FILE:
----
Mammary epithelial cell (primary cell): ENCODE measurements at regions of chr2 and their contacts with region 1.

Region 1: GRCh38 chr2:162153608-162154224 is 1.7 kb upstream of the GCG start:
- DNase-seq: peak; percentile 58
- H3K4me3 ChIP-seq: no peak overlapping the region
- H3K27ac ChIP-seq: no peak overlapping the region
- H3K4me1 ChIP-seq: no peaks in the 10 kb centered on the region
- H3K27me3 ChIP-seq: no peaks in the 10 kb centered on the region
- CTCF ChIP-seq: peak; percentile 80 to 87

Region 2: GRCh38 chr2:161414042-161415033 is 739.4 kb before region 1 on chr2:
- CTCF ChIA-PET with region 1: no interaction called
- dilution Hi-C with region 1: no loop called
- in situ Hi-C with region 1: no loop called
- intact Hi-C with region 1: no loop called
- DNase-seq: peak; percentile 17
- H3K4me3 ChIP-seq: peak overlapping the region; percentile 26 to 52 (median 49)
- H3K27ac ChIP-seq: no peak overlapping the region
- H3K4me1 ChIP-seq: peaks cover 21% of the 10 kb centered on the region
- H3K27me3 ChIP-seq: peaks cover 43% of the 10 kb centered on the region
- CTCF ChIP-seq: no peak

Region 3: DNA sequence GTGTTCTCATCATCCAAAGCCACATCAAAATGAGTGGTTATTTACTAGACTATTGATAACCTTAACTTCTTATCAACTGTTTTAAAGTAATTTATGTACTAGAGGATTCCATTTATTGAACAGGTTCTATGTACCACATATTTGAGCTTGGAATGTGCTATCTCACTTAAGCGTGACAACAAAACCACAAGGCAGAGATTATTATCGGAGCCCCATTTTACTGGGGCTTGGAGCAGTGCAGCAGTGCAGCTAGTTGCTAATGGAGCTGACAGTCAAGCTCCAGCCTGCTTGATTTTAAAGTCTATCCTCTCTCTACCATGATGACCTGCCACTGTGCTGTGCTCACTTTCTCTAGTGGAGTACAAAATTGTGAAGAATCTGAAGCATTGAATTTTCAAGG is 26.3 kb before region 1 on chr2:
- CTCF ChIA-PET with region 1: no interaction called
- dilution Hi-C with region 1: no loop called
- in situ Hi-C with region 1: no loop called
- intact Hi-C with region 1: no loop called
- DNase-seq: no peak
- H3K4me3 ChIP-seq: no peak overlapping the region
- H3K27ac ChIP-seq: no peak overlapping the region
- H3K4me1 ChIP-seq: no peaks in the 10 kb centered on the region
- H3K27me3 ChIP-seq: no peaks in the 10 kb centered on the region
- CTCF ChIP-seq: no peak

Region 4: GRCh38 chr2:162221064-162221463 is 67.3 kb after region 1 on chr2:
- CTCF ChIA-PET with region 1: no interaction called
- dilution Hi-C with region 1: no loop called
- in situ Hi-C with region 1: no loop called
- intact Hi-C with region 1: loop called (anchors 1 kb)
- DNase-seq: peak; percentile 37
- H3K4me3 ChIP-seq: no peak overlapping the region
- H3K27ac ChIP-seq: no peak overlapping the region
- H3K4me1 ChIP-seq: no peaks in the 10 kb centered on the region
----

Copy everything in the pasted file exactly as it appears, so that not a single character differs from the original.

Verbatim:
Mammary epithelial cell (primary cell): ENCODE measurements at regions of chr2 and their contacts with region 1.

Region 1: GRCh38 chr2:162153608-162154224 is 1.7 kb upstream of the GCG start:
- DNase-seq: peak; percentile 58
- H3K4me3 ChIP-seq: no peak overlapping the region
- H3K27ac ChIP-seq: no peak overlapping the region
- H3K4me1 ChIP-seq: no peaks in the 10 kb centered on the region
- H3K27me3 ChIP-seq: no peaks in the 10 kb centered on the region
- CTCF ChIP-seq: peak; percentile 80 to 87

Region 2: GRCh38 chr2:161414042-161415033 is 739.4 kb before region 1 on chr2:
- CTCF ChIA-PET with region 1: no interaction called
- dilution Hi-C with region 1: no loop called
- in situ Hi-C with region 1: no loop called
- intact Hi-C with region 1: no loop called
- DNase-seq: peak; percentile 17
- H3K4me3 ChIP-seq: peak overlapping the region; percentile 26 to 52 (median 49)
- H3K27ac ChIP-seq: no peak overlapping the region
- H3K4me1 ChIP-seq: peaks cover 21% of the 10 kb centered on the region
- H3K27me3 ChIP-seq: peaks cover 43% of the 10 kb centered on the region
- CTCF ChIP-seq: no peak

Region 3: DNA sequence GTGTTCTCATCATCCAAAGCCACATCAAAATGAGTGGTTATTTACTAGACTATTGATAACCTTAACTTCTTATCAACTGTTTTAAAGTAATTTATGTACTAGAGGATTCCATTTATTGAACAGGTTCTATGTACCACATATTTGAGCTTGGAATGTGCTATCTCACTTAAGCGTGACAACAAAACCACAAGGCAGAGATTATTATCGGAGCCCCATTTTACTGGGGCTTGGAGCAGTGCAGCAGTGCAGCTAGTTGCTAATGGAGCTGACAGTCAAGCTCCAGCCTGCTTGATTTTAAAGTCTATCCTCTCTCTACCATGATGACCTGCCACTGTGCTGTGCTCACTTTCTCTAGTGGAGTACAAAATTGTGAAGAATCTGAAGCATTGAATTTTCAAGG is 26.3 kb before region 1 on chr2:
- CTCF ChIA-PET with region 1: no interaction called
- dilution Hi-C with region 1: no loop called
- in situ Hi-C with region 1: no loop called
- intact Hi-C with region 1: no loop called
- DNase-seq: no peak
- H3K4me3 ChIP-seq: no peak overlapping the region
- H3K27ac ChIP-seq: no peak overlapping the region
- H3K4me1 ChIP-seq: no peaks in the 10 kb centered on the region
- H3K27me3 ChIP-seq: no peaks in the 10 kb centered on the region
- CTCF ChIP-seq: no peak

Region 4: GRCh38 chr2:162221064-162221463 is 67.3 kb after region 1 on chr2:
- CTCF ChIA-PET with region 1: no interaction called
- dilution Hi-C with region 1: no loop called
- in situ Hi-C with region 1: no loop called
- intact Hi-C with region 1: loop called (anchors 1 kb)
- DNase-seq: peak; percentile 37
- H3K4me3 ChIP-seq: no peak overlapping the region
- H3K27ac ChIP-seq: no peak overlapping the region
- H3K4me1 ChIP-seq: no peaks in the 10 kb centered on the region